2b. John Holland’s theory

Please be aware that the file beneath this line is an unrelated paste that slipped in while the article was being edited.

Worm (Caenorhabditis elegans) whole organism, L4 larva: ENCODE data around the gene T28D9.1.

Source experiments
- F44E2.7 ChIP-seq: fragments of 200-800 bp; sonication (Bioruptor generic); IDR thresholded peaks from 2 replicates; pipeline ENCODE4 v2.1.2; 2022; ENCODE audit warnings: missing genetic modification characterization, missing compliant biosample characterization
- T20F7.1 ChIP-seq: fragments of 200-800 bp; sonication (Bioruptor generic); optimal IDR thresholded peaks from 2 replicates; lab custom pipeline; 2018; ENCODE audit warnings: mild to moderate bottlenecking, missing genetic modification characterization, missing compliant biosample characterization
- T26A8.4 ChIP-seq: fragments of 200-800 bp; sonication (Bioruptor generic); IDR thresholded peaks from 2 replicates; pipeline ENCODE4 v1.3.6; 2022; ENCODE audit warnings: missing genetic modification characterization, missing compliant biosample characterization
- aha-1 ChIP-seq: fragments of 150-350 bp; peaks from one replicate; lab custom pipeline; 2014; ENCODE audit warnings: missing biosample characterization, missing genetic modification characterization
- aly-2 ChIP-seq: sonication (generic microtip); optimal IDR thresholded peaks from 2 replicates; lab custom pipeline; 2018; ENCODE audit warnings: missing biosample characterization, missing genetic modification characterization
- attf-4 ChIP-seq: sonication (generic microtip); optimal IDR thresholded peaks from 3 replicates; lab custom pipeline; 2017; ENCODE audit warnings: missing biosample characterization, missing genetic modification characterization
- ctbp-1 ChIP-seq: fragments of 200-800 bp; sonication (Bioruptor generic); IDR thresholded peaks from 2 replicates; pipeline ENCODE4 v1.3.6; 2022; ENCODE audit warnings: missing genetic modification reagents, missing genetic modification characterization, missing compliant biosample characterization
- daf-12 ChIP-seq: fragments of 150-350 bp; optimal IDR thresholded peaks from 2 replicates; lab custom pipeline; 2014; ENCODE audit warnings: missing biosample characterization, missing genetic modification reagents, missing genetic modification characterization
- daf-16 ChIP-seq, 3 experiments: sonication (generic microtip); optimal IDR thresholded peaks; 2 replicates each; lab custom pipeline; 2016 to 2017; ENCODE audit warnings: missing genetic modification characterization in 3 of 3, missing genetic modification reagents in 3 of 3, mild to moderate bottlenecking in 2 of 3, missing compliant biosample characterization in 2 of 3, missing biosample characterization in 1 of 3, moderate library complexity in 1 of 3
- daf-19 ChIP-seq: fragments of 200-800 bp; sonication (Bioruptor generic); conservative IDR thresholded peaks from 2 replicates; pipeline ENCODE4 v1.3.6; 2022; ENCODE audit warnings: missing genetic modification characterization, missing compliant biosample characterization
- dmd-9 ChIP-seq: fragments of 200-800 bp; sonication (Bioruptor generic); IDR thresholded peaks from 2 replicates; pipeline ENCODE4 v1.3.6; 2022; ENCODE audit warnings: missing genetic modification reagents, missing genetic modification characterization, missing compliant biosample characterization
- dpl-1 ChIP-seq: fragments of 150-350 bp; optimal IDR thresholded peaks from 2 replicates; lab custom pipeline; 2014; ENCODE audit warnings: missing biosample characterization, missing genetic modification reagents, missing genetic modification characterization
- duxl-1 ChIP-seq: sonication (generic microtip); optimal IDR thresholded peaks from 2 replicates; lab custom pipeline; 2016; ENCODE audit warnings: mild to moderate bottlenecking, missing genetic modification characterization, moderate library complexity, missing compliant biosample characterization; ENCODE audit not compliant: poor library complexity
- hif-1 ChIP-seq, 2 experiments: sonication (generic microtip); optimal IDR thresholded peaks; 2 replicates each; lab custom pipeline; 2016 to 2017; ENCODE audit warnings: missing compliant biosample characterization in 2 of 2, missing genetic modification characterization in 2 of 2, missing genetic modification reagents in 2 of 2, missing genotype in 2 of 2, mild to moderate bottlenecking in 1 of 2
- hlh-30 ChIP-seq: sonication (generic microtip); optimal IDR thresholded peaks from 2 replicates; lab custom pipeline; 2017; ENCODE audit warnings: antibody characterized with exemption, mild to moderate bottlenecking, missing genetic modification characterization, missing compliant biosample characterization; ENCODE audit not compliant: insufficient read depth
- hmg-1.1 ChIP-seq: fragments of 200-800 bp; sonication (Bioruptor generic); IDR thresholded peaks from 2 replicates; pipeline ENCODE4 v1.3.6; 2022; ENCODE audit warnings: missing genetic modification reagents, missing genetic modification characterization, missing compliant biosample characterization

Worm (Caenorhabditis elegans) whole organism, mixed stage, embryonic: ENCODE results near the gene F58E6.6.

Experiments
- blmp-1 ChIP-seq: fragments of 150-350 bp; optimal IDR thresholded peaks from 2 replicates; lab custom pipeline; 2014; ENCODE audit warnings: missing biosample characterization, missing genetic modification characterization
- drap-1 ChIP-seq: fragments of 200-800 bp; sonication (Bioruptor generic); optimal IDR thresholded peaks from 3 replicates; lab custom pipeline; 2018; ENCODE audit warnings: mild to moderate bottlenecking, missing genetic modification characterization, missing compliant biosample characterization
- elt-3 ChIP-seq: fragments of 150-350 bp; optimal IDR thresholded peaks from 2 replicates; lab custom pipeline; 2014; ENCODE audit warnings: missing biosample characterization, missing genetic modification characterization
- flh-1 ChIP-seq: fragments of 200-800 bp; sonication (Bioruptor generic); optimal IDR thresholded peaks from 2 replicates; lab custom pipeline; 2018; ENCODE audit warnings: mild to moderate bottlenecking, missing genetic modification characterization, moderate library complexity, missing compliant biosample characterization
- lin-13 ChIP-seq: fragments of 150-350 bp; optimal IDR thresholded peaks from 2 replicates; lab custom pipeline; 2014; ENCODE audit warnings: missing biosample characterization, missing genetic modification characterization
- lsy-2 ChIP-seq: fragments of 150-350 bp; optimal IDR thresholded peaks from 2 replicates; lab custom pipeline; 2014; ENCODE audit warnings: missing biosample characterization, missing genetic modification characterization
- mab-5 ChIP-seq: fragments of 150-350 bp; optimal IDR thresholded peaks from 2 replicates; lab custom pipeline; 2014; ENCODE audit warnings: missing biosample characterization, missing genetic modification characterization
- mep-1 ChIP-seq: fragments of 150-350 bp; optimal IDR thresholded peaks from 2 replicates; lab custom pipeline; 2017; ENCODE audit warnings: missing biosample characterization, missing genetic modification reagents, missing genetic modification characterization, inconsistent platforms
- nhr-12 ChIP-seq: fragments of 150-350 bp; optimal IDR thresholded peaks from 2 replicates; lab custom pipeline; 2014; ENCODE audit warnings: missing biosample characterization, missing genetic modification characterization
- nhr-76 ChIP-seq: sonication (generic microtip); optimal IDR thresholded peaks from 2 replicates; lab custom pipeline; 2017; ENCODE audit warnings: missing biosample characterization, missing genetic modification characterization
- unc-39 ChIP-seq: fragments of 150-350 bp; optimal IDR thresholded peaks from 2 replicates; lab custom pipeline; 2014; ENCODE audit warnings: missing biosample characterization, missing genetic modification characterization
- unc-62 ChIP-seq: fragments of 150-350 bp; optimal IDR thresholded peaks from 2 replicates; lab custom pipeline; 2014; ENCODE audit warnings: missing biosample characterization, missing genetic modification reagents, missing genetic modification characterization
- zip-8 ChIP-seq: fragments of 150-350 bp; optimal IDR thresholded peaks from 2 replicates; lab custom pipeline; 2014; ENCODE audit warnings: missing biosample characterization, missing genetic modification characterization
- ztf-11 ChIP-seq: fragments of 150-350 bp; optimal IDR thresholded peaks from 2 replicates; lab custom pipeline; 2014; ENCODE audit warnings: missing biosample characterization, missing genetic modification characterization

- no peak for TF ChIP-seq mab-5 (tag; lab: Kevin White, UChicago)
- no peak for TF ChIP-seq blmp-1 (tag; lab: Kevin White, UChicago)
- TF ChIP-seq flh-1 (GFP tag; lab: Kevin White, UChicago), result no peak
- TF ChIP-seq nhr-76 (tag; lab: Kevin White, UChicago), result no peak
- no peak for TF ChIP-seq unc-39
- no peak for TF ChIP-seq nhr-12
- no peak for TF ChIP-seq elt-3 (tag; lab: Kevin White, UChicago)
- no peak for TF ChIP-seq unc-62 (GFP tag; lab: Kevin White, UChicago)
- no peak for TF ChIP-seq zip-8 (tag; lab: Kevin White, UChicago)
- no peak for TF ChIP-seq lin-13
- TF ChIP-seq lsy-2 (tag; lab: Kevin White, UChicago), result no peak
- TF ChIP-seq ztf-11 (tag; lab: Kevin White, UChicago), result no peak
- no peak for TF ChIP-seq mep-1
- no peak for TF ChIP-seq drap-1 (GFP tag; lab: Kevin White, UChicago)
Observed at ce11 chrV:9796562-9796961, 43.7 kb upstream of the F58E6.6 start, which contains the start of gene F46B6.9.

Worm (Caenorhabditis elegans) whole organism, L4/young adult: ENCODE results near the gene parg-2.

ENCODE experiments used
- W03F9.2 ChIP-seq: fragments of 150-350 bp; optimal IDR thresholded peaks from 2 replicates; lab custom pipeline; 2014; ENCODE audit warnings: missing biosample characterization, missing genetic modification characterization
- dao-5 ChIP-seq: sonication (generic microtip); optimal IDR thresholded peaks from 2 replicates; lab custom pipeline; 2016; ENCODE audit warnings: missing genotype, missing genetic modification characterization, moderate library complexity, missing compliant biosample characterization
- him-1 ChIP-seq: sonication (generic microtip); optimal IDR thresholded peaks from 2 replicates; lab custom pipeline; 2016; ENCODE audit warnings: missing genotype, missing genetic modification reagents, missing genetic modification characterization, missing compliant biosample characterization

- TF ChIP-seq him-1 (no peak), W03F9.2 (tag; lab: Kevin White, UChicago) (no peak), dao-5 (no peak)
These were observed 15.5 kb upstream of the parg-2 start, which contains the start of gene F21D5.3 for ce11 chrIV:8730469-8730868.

John Holland is the most well known career theories among others. Holland’s theory of career development is a significant vocational theory in career development. Holland’s theory emerged from the Factor and Trait Theory. The theory assumes that individual’s personality characteristics and occupational environment should match to lead success. There are six premises that can be used to explain Holland’s theory. This theory states that most people have one of the six personality types which are realistic, investigative, artistic, social, enterprising and conventional. These categories can be represented in the form of a hexagon which reveals the extent to which each of the categories link with each other. For example studies indicate that categories which lie close to each other in the hexagon is most possible strongly correlate with each other than those who lie at a distance. Individuals who fall into the realistic type are often practical minded and physically strong. They also like to work outdoors and have difficulty communicating feelings. They dislike radical ideas but like to build or repair things. They are not too social keen on socializing but aggressive and like to create things with their own hands. They will like activities requiring motor skill and coordination. Examples of suitable jobs are farmer, truck driver, builder, pilot or builder. The investigative type consists of individuals who prefer solving mathematical problems but do not like rules. They like science but not mostly interested in working with other people. They have original and creative in scientific areas, independent and rational. They also try to understand and curious about physical work and are challenged by theoretical problems. Examples of suitable jobs are chemist, mathematician, pharmacist, dentist or researcher. Individuals who fall into the artistic type tend to be more self expressive and creative in artistic media such as writing, music and...
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